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Science and Spectacle relates the construction of the telescope to the politics and culture of post-war Britain. From radar and atomic weapons, to the Festival of Britain and, later, Harold Wilson's rhetoric of scientific revolution, science formed a cultural resource from which post-war careers and a national identity could be built. The Jodrell Bank Radio Telescope was once a symbol of British science and a much needed prestigious project for the Department of Scientific and Industrial Research, but it also raised questions regarding the proper role of universities as sites for scientific research.

Habsburg Lemberg

Author : Markian Prokopovych
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When Austria annexed Galicia during the first partition of Poland in 1772, the province's capital, Lemberg, was a decaying Baroque town. By the outbreak of the First World War in 1914, Lemberg had become a booming city with a modern urban and, at the same time, distinctly Habsburg flavor. In the process of the "long" nineteenth century, both Lemberg's appearance and the use of public space changed remarkably. The city center was transformed into a showcase of modernity and a site of conflicting symbolic representations, while other areas were left decrepit, overcrowded, and neglected. Habsburg Lemberg: Architecture, Public Space, and Politics in the Galician Capital, 1772–1914 reveals that behind a variety of national and positivist historical narratives of Lemberg and of its architecture, there always existed a city that was labeled cosmopolitan yet provincial; and a Vienna, but still of the East. Buildings, streets, parks, and monuments became part and parcel of a complex set of culturally driven politics.

Early Modern Women in the Low Countries

Author : Susan Broomhall
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Employing an innovative range of materials from written sources to artworks, material objects, heritage sites and urban precincts, and combining historical, historiographical, museological, and touristic analysis, this study investigates how late medieval and early modern women of the Low Countries expressed themselves, how they were represented by contemporaries, and how they have been interpreted in modern academic and popular contexts.

Facial Hair and the Performance of Early Modern Masculinity

Author : Eleanor Rycroft
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Facial Hair and the Performance of Early Modern Masculinityis the first full-length critical study to analyse the importance of beards in terms of the theatrical performance of masculinity. According to medical, cultural and literary discourses of early modern era in England, facial hair marked adult manliness while beardlessness indicated boyhood. Beards were therefore a passport to cultural prerogatives. This book explores this in relation to the early modern stage, a space in which the processes of gender formation in early modern society were writ large, and how the uses of facial hair in the theatre illuminate the operations of power and politics in society more widely. Written for scholars of Early Modern Theatre and Theatre History, this volume anatomises the role of beards in the construction of on-stage masculinity, acknowledging the challenges offered to the dominant ideology of manliness by boys and men who misrepresented or failed to fulfil bearded masculine ideals. ss by boys and men who misrepresented or failed to fulfil bearded masculine ideals.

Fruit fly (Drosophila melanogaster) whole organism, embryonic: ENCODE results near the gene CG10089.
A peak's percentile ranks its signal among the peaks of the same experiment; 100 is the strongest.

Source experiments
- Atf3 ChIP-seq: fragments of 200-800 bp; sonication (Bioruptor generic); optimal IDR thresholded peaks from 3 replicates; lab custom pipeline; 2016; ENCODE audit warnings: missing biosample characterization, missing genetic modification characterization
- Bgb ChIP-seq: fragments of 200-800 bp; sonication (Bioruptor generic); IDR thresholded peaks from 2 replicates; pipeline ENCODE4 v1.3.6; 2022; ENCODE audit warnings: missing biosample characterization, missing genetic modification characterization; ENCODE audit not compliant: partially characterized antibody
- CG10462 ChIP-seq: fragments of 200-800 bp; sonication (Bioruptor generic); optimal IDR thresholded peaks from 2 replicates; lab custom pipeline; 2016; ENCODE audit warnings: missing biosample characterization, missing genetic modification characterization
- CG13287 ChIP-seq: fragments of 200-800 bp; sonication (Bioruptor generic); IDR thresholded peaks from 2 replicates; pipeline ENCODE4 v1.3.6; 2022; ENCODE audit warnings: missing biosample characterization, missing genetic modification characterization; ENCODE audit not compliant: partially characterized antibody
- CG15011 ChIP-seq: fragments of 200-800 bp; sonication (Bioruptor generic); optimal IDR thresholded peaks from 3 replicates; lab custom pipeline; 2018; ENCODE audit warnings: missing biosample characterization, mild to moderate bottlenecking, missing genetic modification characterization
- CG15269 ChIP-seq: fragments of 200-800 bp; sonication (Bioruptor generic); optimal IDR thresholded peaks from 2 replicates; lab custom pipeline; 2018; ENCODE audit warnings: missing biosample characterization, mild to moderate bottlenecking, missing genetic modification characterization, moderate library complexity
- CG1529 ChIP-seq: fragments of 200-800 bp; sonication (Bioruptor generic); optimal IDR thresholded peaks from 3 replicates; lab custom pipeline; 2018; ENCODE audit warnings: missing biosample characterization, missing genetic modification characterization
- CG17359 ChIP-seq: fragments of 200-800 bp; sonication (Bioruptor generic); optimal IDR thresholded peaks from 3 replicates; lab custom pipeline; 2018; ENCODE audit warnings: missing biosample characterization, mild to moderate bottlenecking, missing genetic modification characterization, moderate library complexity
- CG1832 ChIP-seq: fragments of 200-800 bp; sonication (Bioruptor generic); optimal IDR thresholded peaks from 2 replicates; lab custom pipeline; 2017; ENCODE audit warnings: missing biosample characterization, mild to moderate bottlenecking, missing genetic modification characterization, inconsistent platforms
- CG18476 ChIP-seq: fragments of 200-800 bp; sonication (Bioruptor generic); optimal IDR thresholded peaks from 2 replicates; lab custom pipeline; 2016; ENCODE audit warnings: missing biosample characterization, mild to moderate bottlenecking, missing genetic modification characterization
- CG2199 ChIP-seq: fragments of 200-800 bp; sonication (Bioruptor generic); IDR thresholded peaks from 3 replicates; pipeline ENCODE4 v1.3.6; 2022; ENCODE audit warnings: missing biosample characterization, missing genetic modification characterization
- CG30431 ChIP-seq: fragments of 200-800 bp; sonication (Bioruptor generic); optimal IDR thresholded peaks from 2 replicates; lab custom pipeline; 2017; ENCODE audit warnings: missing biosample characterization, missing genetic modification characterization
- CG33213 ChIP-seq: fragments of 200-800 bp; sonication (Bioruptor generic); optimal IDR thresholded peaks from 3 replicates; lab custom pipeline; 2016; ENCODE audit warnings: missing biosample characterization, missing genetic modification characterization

The Medieval and Early Modern Garden in Britain

Author : Patricia Skinner
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What was a "garden" in medieval and early modern British culture and how was it imagined? How did it change as Europe opened up to the wider world from the 16th century onwards? In a series of fresh approaches to these questions, the contributors offer chapters that identify and discuss newly-discovered pre-modern garden spaces in archaeology and archival sources, recognize a gendered language of the garden in fictional descriptions ("fictional" here being taken to mean any written text, regardless of its purpose), and offer new analysis of the uses to which gardens - real and imagined - might be put. Chapters investigate the definitions, forms and functions of physical gardens; explore how the material space of the garden was gendered as a secluded space for women, and as a place of recreation; examine the centrality of garden imagery in medieval Christian culture; and trace the development of garden motifs in the literary and artistic imagination to convey the sense of enclosure, transformation and release. The book uniquely underlines the current environmental "turn" in the humanities, and increasingly recognizes the value of exploring human interaction with the landscapes of the past as a route to health and well-being in the present.

The Five Senses in Medieval and Early Modern England

Author : Annette Kern-Stahler
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These essays offer a fresh perspective on the interrelationships between sense perception and secular and Christian cultures in England from the Middle Ages into the Early Modern period.


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Millenarianism and Messianism in Early Modern European Culture

Author : M. Goldish
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The earliest scientific studies of Jewish messianism were conducted by the scholars of the Wissenschaft des Judentums school, particularly Heinrich Graetz, the first great Jewish historian of the Jews since Josephus. These researches were invaluable because they utilized primary sources in print and manuscript which had been previously unknown or used only in polemics. The Wissenschaft studies themselves, however, prove to be polemics as well on closer inspection. Among the goals of this group was to demonstrate that Judaism is a rational and logical faith whose legitimacy and historical progress deserve recognition by the nations of Europe. Mystical and messianic beliefs which might undermine this image were presented as aberrations or the result of corrosive foreign influences on the Jews. Gershom Scholem took upon himself the task of returning mysticism and messianism to their rightful central place in the panorama of Jewish thought. Jewish messianism was, for Scholem, a central theme in the philosophy and life of the Jews throughout their history, shaped anew by each generation to fit its specific hopes and needs. Scholem emphasized that this phenomenon was essentially independent of messianic or millenarian trends among other peoples. For example, in discussing messianism in the early modern era Scholem describes a trunk of influence on the Jewish psyche set off by the expulsion from Spain in 1492.